By Jennifer Davis Bowman Ed.D. • Apr 1st, 2016
We hear a lot of stuff when students don’t do their homework. Our cup runneth over with FBI-proof, puppy-dog eyes, procrastinated-filled homework excuses. What we don’t hear, is the research on how to excuse-proof our classrooms for homework. It seems, we are in the dark about engaging students in the homework process. Specifically, what contributes to homework resistance? How can we better support students in not only completing, but learning (gasp) from assigned homework?
By Jennifer Davis Bowman Ed.D. • Jan 22nd, 2016
No matter what we call it, there's value in not giving up.
The problem however, is that too many students are giving up. Honestly, too many parents, schools, and communities are giving up. If an engaging learner silver bullet exists, we can't give up on our journey to find it.
So, after reading Eric Barker’s intriguing piece on "The 8 things the worlds most successful people have in common", I wondered if there were characteristics common to people that give up. I searched and here’s what I found:
By Jennifer Davis Bowman Ed.D. • Jan 22nd, 2016
In a 2011 study, investigators asked early career teachers if they felt ready to manage student behavior issues. What are the odds that these teachers felt unprepared to address classroom management?
By Jennifer Davis Bowman Ed.D. • Dec 11th, 2015
The strain of policing participation. The awkward silence. The addiction to memorization. The watching the clock. The endless ‘I don’t know’. The ‘do I have to?’ pleas. The arm stretch mistaken for a hand-raise. The nod off. The ‘Partnergate’ frustrations. The inactive learning. The just not that into you. The ‘told you so’ from colleagues. The burn out.
A 2013 Gallup poll of US workers indicated that 70% were disengaged at work. I predict that there is a similar engagement crisis in our classrooms. How can we change this high level of low engagement? Let’s start by inviting students into our conversations on engagement. So, for the next time you notice a student bored, I have compiled a list of 10 conversation starters that you can ask:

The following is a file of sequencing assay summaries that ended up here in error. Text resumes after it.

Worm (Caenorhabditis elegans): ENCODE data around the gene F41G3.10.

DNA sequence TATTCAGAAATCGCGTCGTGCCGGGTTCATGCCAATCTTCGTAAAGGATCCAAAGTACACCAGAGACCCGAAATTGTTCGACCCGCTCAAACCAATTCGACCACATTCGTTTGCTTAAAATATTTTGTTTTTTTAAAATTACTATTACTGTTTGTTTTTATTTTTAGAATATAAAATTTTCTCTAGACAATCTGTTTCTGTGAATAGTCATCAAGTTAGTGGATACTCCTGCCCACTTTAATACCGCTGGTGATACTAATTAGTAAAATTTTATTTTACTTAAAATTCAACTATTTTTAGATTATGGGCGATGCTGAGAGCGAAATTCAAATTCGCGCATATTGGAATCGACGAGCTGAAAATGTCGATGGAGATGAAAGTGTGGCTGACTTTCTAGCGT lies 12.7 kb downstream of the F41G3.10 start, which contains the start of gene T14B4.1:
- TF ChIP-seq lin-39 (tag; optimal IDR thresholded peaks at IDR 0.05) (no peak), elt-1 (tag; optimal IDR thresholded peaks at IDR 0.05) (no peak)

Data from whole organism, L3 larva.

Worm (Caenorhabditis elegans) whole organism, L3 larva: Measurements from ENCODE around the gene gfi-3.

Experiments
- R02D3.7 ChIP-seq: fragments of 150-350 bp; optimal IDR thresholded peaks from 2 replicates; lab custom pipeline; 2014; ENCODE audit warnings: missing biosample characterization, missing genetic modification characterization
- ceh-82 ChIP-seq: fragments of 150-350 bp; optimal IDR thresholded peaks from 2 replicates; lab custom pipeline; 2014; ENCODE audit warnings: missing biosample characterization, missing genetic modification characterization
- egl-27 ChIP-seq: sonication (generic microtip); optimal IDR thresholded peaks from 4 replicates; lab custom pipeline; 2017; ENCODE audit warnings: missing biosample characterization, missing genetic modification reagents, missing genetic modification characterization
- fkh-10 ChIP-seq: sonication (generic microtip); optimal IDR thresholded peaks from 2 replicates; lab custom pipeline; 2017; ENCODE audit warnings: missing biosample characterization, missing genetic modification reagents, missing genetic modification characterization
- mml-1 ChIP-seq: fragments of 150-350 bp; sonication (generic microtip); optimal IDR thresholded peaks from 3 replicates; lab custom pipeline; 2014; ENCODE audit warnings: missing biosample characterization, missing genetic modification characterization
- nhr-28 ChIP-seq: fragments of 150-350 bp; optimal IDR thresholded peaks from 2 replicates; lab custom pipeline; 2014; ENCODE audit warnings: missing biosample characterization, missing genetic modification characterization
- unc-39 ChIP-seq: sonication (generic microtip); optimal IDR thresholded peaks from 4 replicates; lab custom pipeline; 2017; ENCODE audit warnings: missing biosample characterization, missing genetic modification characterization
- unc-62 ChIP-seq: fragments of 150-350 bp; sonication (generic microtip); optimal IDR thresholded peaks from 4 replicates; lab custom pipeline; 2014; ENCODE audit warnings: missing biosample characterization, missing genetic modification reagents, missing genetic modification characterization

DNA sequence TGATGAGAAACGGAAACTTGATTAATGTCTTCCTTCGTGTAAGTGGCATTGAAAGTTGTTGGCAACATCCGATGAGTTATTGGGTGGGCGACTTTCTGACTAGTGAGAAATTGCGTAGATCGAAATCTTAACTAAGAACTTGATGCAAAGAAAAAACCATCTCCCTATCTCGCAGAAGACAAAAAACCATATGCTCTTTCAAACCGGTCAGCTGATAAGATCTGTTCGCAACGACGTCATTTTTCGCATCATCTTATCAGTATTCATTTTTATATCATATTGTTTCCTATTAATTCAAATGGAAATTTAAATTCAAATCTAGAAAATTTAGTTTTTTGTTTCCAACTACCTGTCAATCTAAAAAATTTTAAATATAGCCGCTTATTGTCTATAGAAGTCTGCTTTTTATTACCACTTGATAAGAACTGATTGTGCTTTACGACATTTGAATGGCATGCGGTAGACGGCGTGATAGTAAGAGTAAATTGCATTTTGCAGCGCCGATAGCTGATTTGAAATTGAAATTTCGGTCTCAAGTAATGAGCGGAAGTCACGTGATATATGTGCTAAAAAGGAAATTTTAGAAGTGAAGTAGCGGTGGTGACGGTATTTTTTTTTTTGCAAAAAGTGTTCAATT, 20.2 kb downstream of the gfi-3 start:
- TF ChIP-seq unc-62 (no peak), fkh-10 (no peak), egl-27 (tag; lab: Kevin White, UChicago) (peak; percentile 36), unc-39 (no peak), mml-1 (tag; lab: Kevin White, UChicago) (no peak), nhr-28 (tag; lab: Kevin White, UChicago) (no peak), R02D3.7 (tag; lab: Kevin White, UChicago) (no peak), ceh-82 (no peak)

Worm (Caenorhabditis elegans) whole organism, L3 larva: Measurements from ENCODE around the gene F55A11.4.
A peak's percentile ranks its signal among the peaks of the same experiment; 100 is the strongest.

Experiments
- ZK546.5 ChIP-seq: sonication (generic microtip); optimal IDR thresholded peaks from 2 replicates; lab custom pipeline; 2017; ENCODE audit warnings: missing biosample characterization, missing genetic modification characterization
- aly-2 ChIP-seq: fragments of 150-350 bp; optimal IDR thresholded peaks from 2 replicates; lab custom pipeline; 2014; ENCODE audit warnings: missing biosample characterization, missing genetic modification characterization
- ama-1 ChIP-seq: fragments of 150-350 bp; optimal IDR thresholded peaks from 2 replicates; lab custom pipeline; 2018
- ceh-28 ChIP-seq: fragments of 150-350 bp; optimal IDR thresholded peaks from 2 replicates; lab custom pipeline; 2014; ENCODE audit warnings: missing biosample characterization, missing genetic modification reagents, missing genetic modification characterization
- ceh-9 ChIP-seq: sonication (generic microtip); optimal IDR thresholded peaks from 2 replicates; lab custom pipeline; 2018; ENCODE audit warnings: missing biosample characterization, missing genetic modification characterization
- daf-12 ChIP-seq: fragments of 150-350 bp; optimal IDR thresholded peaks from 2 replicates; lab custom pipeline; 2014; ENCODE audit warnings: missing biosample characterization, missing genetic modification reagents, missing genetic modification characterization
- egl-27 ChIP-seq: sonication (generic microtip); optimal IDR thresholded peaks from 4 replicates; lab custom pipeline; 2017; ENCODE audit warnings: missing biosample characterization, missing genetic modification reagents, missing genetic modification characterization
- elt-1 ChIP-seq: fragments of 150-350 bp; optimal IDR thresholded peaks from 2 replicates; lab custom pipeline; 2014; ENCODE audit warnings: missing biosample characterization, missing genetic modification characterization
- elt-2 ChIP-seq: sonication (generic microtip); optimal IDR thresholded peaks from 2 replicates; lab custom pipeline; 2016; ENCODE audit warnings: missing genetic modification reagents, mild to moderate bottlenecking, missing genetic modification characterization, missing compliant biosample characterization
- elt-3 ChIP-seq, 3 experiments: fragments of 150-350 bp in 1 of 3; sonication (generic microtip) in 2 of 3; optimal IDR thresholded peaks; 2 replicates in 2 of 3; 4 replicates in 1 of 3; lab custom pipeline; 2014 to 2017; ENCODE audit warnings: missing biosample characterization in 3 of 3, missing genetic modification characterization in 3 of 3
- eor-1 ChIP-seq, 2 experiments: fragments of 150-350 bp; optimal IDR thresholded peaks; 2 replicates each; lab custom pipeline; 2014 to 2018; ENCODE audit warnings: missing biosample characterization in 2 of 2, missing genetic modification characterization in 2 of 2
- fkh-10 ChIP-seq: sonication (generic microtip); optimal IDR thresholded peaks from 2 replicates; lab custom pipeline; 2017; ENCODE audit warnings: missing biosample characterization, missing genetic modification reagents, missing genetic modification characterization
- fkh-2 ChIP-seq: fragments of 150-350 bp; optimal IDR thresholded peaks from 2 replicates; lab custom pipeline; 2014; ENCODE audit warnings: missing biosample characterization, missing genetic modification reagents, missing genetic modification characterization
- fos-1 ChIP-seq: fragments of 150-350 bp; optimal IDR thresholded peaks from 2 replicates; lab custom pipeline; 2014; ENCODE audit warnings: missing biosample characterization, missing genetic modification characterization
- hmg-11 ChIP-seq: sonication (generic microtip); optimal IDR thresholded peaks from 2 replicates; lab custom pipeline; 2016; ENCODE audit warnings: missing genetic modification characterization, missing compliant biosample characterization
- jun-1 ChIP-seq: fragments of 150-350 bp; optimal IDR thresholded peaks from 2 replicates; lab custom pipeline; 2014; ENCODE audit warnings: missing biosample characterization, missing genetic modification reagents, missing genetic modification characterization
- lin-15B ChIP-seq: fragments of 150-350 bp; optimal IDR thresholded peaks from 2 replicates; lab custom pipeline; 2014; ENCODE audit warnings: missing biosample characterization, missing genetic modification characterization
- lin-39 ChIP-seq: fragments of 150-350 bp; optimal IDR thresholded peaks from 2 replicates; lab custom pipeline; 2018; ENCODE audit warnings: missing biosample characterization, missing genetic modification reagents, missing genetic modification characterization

By Jennifer Davis Bowman Ed.D. • Nov 1st, 2015
I was a worry wart during my first year in the classroom. I worried over whether my students liked me (cool teacher syndrome). I worried why my students were not not as excited about school as I was (until one student pointed out that I was getting paid to be there and they were not). I even worried about whether students approved of my teacher wardrobe (until the long days of pacing classroom aisles and climbing school stairwells trumped all fashionista dreams). Now I realize that I don't worry as much as I did before. I worry less because I let my students do more stuff than in the past. Here is a list of 7 things that I currently permit my students to do that I would never have allowed as a first year teacher.
By Jennifer Davis Bowman Ed.D. • Sep 1st, 2015
In part 1, we examined grit in teachers, but for this, part 2 of this series, we will shift the focus to students (part 3 will target parent grit). I have compiled a list of 4 examples of when student grit goes wrong and corresponding strategies that teachers may use to help get it back on track.
By Jennifer Davis Bowman Ed.D. • Aug 1st, 2015
Did you know that 46% of new teachers leave the profession in the first five years according to a report in a 2011 Forbes education article? This whopping statistic made me wonder, what makes the 56% of educators stay? Outside of the love for learning, and an interest in helping others, I believe the #1reason that teachers become classroom "stayers" is due to a little something called grit.
By Jennifer Davis Bowman Ed.D. • Jul 1st, 2015
As educators, much of our time is spent assessing student needs. Before we can truly help our students, an understanding of our own learning is key.
Are you ready to see if you are a subjective or objective grader? You may take the brief quiz below by answering yes or no to the 5 questions listed.
By Jennifer Davis Bowman Ed.D. • Jun 1st, 2015
Have you seen the raw, insightful, but super personal student stories embedded in the #IWishMyTeacherKnew campaign? Although the students’ experiences with inequalities and poverty overwhelmed the net (and our hearts), some began to question the powerful impact of this campaign. For instance, the educator Rafranz Davis, in her blog post titled "Privacy, Trust, and Voice", highlights very real consequences for both the families (community shaming and anonymity breaches) and the students (child privacy and confidentiality) in the campaign. Davis encourages teachers to evaluate their social media sharing. She is challenging us to develop a safer way to share student work (or share student voice).
By Jennifer Davis Bowman Ed.D. • May 1st, 2015
In my son's preschool class, they use weekly learning themes. For example, they used the post office, and construction (making things) as themes in the past. Next, there will be a police officer theme (community helpers). The themes are always fun, however, I have concerns that studying police may be scary for some of the young children. In particular, the fear of police officers may be higher for children of color.